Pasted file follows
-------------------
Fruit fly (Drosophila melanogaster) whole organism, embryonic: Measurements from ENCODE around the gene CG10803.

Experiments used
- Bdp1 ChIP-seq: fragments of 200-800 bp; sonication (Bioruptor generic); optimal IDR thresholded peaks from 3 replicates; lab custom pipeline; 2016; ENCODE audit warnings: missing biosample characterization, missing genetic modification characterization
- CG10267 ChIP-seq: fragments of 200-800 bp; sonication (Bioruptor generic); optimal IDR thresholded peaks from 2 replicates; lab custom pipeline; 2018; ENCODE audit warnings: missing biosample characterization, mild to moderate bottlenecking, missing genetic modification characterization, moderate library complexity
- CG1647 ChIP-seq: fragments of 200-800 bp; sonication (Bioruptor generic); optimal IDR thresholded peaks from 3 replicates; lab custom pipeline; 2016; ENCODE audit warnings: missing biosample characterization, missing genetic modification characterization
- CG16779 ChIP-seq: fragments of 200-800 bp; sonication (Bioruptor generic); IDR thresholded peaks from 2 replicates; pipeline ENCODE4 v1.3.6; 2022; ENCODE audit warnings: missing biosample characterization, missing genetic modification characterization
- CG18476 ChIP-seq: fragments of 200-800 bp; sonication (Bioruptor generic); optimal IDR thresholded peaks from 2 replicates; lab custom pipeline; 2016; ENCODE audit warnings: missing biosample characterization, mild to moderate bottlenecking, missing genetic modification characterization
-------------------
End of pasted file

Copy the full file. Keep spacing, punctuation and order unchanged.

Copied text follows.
Fruit fly (Drosophila melanogaster) whole organism, embryonic: Measurements from ENCODE around the gene CG10803.

Experiments used
- Bdp1 ChIP-seq: fragments of 200-800 bp; sonication (Bioruptor generic); optimal IDR thresholded peaks from 3 replicates; lab custom pipeline; 2016; ENCODE audit warnings: missing biosample characterization, missing genetic modification characterization
- CG10267 ChIP-seq: fragments of 200-800 bp; sonication (Bioruptor generic); optimal IDR thresholded peaks from 2 replicates; lab custom pipeline; 2018; ENCODE audit warnings: missing biosample characterization, mild to moderate bottlenecking, missing genetic modification characterization, moderate library complexity
- CG1647 ChIP-seq: fragments of 200-800 bp; sonication (Bioruptor generic); optimal IDR thresholded peaks from 3 replicates; lab custom pipeline; 2016; ENCODE audit warnings: missing biosample characterization, missing genetic modification characterization
- CG16779 ChIP-seq: fragments of 200-800 bp; sonication (Bioruptor generic); IDR thresholded peaks from 2 replicates; pipeline ENCODE4 v1.3.6; 2022; ENCODE audit warnings: missing biosample characterization, missing genetic modification characterization
- CG18476 ChIP-seq: fragments of 200-800 bp; sonication (Bioruptor generic); optimal IDR thresholded peaks from 2 replicates; lab custom pipeline; 2016; ENCODE audit warnings: missing biosample characterization, mild to moderate bottlenecking, missing genetic modification characterization